The Red Notebook by Antoine Laurain

This is a lovely little book: a bittersweet romantic comedy that captivated me from the very first page.

A young woman, Laure, arrives home late at night, after dinner with friends. As she arrives at her apartment block somebody tries to snatch her handbag. She resists, but she is shoved against the door frame and her bag slips from her grasp.

She can’t get through the security door without her keys; she can’t call anyone because she relied on the mobile phone in her bag to remember their numbers; and she can’t get anywhere or do anything without the cash or cards in the purse in her handbag.

It was fortunate that the manager of the hotel across the road saw her very real distress and offered her a room and a bed for the night. Everything could be sorted out in the morning. Except it wouldn’t be that simple.

23129712The next day a bookseller, Laurent, sees the bag sitting on top of a rubbish bin. He recognises that it is a very good bag, not the kind of bag that would be casually discarded, and so he picks it up to hand in at the police station. But he found it wouldn’t be that easy. He was too early and would have to wait for an hour, and then there would be forms to complete and questions to be answered. Laurent couldn’t wait; he had a shop to open and so he left, intending to do something about the bag later.

In the end he decided that he would examine the contents of the bag and see of he could find the owner himself. Of course the purse, the keys and the phone were gone but there were things that could be helpful; a keyring with a hieroglyph, a dry-cleaners ticket, and a novel, personally signed to ‘Laure’ by the author.

And he found a red notebook, that the owner had used to scribble all sorts of notes. He felt rather guilty, reading something so personal, but he hoped that he might find a stronger clue to the identity of the bag, and the more he read the more he realised he really wanted to now her.

Laurent’s efforts to find Laure had results; he found her home, he met her cat, but Laure wasn’t there.

There are more twists in the tale – some predictable and some not – before it reaches exactly the right ending.

This is a story that screams ‘FILM ME!’ I can see it, I really can.

The setting, a lightly romanticised Paris – including a lovely, lovely bookshop – is lovely.

I liked the people. The two leads were nicely balanced, and they were well supported by a jealous girlfriend, an opinionated teenage daughter, a helpful colleague …. It’s a very well balanced cast.

There are lovely details: literary references – that I must confess I didn’t know well enough to know how significant they were; Laure had an interesting occupation; and she had a lovely cat who had a small but significant part to play.

The story is a little contrived, of course it is, but it works well and it does come from the characters; their actions and their emotions.

It works beautifully, as the most charming of entertainments.

I was engaged, and I cared, from start to finish.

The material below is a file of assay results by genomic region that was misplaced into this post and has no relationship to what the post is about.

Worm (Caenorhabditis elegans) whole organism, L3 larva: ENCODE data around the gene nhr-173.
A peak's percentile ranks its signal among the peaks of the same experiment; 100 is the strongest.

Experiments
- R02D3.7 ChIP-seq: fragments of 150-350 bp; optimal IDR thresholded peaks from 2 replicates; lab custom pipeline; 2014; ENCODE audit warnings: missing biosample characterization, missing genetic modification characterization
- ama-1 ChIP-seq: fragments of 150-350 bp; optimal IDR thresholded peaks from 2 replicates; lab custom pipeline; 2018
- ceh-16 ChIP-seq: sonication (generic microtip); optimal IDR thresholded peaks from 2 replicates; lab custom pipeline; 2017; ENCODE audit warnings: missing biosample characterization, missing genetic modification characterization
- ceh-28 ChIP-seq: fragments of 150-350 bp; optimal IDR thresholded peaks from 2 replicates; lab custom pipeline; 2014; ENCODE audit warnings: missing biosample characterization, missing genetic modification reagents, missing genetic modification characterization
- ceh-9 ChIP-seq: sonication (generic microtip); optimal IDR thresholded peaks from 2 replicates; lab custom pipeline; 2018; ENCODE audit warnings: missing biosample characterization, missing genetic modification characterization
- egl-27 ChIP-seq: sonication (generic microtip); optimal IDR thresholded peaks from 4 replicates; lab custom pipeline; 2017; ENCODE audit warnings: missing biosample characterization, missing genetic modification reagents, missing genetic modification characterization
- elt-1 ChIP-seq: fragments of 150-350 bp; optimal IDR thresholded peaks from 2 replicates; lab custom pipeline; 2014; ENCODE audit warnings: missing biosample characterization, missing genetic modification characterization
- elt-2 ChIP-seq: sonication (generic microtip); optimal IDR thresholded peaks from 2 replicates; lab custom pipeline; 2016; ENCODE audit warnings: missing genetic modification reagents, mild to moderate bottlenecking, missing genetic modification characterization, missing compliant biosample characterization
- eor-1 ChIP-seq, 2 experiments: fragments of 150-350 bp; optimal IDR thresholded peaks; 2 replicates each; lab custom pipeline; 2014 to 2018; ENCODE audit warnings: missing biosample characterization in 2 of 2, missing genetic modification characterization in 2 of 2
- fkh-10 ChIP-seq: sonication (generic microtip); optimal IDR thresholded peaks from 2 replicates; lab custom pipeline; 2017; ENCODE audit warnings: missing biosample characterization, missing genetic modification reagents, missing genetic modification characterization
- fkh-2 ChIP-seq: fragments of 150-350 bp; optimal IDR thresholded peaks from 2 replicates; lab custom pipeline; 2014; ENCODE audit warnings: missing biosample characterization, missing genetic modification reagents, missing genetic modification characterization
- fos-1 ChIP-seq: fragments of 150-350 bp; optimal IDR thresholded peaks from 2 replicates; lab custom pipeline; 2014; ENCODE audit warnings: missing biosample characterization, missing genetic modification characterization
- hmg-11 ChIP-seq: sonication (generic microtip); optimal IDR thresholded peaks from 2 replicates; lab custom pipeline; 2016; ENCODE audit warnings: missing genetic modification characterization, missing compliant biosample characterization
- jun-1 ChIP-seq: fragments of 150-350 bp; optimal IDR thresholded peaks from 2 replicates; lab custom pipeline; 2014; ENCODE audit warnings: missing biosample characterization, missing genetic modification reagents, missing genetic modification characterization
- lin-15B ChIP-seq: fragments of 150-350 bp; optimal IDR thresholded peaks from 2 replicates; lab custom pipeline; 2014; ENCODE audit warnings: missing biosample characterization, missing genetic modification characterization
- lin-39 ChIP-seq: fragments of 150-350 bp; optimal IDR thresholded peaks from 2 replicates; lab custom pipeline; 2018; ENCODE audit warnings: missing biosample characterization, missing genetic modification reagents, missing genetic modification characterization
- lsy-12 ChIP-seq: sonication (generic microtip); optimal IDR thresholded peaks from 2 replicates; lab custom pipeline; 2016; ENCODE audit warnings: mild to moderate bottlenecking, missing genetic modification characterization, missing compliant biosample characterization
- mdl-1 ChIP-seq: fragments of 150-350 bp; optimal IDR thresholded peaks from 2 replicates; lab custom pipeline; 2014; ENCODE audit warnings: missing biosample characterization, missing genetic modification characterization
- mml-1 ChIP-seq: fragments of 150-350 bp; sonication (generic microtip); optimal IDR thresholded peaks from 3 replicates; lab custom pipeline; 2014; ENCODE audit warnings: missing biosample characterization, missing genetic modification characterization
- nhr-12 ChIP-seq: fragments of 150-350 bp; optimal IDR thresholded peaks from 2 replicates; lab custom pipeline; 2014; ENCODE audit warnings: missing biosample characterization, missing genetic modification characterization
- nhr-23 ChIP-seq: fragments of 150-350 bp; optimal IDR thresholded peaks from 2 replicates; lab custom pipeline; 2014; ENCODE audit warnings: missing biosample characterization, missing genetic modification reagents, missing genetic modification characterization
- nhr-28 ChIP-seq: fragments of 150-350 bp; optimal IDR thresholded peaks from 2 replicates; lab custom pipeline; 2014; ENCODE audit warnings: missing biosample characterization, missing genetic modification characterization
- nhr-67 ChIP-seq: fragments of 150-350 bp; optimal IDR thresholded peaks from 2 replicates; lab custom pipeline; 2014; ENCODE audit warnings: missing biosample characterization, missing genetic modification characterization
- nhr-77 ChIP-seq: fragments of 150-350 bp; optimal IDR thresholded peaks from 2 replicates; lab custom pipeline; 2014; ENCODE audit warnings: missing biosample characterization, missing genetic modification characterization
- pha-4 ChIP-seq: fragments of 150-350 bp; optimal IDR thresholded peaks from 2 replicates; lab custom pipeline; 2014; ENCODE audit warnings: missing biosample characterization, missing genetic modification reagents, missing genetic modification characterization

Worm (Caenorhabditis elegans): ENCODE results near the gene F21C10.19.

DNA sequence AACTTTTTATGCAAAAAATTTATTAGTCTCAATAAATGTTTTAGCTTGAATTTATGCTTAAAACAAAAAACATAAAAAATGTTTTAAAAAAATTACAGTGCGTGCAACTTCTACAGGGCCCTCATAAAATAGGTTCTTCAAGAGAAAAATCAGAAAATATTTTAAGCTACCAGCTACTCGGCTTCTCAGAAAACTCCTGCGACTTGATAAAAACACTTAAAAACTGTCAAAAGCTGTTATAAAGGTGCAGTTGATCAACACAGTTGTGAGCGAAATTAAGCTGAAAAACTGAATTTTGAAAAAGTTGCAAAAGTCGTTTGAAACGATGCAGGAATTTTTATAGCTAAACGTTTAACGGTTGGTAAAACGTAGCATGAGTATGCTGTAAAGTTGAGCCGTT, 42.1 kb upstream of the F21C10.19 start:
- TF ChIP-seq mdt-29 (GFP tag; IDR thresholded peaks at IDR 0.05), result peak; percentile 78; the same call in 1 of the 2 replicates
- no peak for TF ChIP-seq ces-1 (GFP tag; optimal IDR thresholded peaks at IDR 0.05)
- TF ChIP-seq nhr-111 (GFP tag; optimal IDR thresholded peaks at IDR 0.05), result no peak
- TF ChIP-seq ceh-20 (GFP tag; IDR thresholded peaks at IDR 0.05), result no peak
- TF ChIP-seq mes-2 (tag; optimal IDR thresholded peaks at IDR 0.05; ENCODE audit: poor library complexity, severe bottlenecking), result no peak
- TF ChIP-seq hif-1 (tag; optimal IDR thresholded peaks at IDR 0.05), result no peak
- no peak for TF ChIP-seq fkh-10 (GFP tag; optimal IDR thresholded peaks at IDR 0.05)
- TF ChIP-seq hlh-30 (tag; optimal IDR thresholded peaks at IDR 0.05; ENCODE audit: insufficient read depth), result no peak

The President’s Hat by Antoine Laurain

“If you want to get ahead get a hat”

It’s a play on words, used as an advertising slogan in the UK in the 1940s. It would seem that those words struck a chord, as they remain in the public consciousness to this day. Maybe that’s because they’re true.

They certainly were in Paris, in 1986.

Daniel Mercier was an accountant, with a career that was solid but not spectacular.

One evening, when his wife and child were away, he decided that he would treat himself to a lovely meal and a good bottle of wine at a smart brassiere. While he eating a man sat down on the banquette next to him: Daniel was amazed to find himself sitting alongside President Mitterrand, who was dining with a couple of associates.

Daniel was thrilled: he would have a wonderful memory and a fine tale to tell!

The Presidents HatWhen the presidential party left the president left his hat behind. Nobody noticed, and so Daniel tried it on. The president’s hat! He rather liked it and so he walked out of the restaurant wearing it.

And then his whole life seems to changed. He was more confident at work, more ready to speak out, and he impressed his colleagues and his superiors. He won a fine promotion.

But then Daniel lost the hat.

A young woman writer found it. She tried it on, she rather liked it, and as there was no sign of the owner she kept it. The hat gave her the confidence to change her life, but then she lost it.

Somebody else picked it up, their life changed, and then they lost the hat. And so it went on.

Daniel was the only one who knew where the hat had come from, and so he was the only one who chased it. That tied the stories together, making this a proper novel with a beginning, a middle and an end, rather than a series of linked stories.

The story of the president’s hat says much about what many things. Big things. Love, work, creativity, recovery, hope, politics …. It says that  small things, random chances, can change the course of a life.  And it says that you really should reach out for your dream.

But, of course, the big question is this: does the power lie within the hat, or does it simply awaken the power in each individual who wears it. That question stays up in the air, but I know what I think.

The setting – Paris nearly thirty years ago – was perfect. Long enough ago to be nostalgic, recent enough to be familiar, and could you really imagine this story anywhere else but Paris?

I found it very easy to keep turning pages. The style was light and bright, the stories were charming, and I always wanted to know what was happen enough.

There was just enough substance, just enough to think about.

And the ending was perfect.